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Medicago's vaccine greenhouse (Medicago via YouTube)

Cana­di­an plant-based vac­cine de­vel­op­er Med­ica­go shut­ters months af­ter lay­offs

Plant-based Covid-19 vaccine developer Medicago shut down this week with little fanfare. And its two subsidiaries, Medicago R&D and Medicago USA, are also closing their doors, according to a company news release.

The lone shareholder left standing, Japan-based Mitsubishi Chemical Group, “has determined not to make further investments in Medicago and to proceed with an orderly wind-up of its business and operations in Canada and in the United States.”

Af­ter 13 years, Ramy Mah­moud steps in­to CEO seat at Opti­nose; Ru­pert Vessey set to ex­it Bris­tol My­ers in Ju­ly

After 13 years as president and COO at Optinose, Ramy Mahmoud has stepped into a new role as its CEO. He is taking the place of Peter Miller, who stepped down earlier this week, though Miller is still staying with the company as a consultant.

In 2010, the two business partners joined Optinose to take it in a new direction, transforming it from a delivery platform to product company. They previously worked together at Johnson & Johnson, when Miller was president at Janssen and Mahmoud headed medical affairs. Miller said after he learned about Optinose, “I did what I always do, which is find people smarter than me to talk with about the idea. And the first person I called was Ramy … and I said, ‘Hey, Ramy, what do you think of this technology?’”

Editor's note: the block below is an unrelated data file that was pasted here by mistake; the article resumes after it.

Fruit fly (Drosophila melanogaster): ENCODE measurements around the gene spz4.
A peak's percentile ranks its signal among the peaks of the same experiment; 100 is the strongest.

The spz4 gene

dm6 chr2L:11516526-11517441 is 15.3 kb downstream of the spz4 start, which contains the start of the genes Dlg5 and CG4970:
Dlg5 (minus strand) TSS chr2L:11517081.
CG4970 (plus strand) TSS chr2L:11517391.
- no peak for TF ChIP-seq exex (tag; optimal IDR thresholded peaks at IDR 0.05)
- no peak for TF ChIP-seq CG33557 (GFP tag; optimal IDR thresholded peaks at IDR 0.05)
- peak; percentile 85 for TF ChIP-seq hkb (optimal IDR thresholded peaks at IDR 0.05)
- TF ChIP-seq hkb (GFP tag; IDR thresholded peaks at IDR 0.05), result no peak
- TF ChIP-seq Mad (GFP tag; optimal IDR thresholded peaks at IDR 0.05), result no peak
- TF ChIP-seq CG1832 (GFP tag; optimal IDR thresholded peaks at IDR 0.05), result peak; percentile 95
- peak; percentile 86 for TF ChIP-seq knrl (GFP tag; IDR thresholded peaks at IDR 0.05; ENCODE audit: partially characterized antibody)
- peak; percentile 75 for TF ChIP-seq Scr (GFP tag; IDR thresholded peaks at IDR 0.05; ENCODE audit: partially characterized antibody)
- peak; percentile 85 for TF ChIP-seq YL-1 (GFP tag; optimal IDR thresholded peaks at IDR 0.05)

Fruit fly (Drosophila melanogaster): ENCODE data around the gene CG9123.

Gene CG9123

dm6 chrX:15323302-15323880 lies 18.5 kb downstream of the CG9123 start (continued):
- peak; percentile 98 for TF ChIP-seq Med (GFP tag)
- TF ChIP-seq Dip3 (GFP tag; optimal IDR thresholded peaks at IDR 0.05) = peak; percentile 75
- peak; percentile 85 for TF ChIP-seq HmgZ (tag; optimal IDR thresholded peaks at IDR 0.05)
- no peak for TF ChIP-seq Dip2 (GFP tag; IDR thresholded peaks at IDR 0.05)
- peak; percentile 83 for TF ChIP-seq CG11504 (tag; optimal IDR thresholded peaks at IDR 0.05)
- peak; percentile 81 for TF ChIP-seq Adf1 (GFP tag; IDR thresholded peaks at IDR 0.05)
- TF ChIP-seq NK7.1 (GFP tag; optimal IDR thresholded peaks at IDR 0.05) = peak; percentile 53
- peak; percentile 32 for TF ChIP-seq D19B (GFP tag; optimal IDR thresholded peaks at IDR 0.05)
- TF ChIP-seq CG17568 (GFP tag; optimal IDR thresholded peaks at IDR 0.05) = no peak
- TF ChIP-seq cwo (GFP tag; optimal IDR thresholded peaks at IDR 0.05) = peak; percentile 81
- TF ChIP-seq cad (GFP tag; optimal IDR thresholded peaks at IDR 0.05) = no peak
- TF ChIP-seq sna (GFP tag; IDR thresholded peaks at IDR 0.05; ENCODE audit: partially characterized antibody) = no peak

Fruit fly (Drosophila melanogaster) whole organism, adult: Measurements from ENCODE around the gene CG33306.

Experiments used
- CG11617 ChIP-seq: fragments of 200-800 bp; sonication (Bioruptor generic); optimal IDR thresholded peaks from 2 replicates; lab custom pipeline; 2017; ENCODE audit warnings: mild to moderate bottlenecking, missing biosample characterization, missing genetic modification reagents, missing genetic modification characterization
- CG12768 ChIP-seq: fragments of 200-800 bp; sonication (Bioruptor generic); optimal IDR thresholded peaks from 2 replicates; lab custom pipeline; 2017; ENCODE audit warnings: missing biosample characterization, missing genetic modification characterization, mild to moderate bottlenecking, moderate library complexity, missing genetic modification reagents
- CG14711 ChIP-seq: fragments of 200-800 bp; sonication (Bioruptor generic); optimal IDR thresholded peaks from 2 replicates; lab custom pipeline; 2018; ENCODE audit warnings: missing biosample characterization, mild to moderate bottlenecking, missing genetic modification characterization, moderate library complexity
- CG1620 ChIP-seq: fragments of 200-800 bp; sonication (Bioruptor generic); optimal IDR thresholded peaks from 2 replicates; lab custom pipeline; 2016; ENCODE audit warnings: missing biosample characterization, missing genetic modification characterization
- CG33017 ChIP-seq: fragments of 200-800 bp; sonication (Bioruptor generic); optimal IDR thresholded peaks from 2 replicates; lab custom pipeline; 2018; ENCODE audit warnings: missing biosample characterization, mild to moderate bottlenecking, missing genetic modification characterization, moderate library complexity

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Te­va drops out of in­dus­try trade group PhRMA

Following in AbbVie’s footsteps, Teva confirmed on Friday that it’s dropping out of the industry trade group Pharmaceutical Research and Manufacturers of America (PhRMA).

Teva didn’t give a reason for its decision to leave, saying only in a statement to Endpoints News that it annually reviews “effectiveness and value of engagements, consultants and memberships to ensure our investments are properly seated.”

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Sanofi CFO Jean-Baptiste de Chatillon (L) and CEO Paul Hudson (Romuald Meigneux/Sipa via AP Images)

Sanofi sees downtick in flu sales as it preps for launch of RSV an­ti­body

Sanofi expects its RSV antibody jointly developed with AstraZeneca will be available next season, executive VP of vaccines Thomas Triomphe announced on the company’s quarterly call.

Beyfortus, also known as nirsevimab, was approved in the EU back in November and is currently under FDA review with an expected decision coming in the third quarter of this year. The news comes as the FDA plans to hold advisory committee meetings over the next couple months to review RSV vaccines from Pfizer and GSK.